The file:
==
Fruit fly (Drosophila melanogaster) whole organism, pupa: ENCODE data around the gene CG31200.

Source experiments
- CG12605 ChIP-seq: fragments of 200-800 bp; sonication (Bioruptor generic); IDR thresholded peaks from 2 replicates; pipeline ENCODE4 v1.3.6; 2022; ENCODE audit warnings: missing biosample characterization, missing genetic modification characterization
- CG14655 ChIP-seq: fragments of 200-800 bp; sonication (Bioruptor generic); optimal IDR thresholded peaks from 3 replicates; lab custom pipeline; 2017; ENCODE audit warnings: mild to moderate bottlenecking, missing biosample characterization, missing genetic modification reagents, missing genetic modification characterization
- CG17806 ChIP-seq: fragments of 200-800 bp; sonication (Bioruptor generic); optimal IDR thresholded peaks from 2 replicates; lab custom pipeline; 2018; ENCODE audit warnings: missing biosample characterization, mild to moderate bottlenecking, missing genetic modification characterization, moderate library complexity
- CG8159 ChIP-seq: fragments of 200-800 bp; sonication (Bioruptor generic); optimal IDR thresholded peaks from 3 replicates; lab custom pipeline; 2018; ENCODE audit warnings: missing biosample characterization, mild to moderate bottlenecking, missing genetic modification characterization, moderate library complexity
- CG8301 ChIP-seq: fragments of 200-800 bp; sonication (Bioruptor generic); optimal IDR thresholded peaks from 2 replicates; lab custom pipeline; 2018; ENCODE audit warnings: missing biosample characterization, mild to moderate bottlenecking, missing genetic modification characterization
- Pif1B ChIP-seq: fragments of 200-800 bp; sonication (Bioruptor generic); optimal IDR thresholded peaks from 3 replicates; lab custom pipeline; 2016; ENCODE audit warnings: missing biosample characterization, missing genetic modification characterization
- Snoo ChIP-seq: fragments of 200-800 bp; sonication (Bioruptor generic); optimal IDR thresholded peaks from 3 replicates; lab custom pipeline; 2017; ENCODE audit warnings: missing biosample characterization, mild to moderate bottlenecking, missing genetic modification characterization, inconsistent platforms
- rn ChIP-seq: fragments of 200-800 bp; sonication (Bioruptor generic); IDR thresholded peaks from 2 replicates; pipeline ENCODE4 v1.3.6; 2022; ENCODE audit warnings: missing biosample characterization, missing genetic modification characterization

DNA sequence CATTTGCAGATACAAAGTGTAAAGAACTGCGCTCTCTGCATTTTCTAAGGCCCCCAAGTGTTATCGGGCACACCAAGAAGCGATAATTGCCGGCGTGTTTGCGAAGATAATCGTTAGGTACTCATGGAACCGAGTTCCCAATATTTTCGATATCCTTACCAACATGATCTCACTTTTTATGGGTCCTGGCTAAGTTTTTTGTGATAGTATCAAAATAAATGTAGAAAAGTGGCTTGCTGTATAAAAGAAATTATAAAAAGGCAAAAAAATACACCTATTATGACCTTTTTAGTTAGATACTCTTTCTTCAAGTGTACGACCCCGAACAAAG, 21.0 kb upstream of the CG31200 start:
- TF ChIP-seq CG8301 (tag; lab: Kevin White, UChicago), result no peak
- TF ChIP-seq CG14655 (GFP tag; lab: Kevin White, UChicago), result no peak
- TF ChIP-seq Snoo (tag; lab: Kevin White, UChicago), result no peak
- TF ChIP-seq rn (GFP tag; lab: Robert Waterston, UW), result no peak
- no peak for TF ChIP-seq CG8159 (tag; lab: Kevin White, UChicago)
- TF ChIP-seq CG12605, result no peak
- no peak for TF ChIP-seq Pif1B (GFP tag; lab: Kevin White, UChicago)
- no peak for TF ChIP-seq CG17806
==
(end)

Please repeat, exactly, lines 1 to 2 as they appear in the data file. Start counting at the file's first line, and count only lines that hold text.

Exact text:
Fruit fly (Drosophila melanogaster) whole organism, pupa: ENCODE data around the gene CG31200.

Source experiments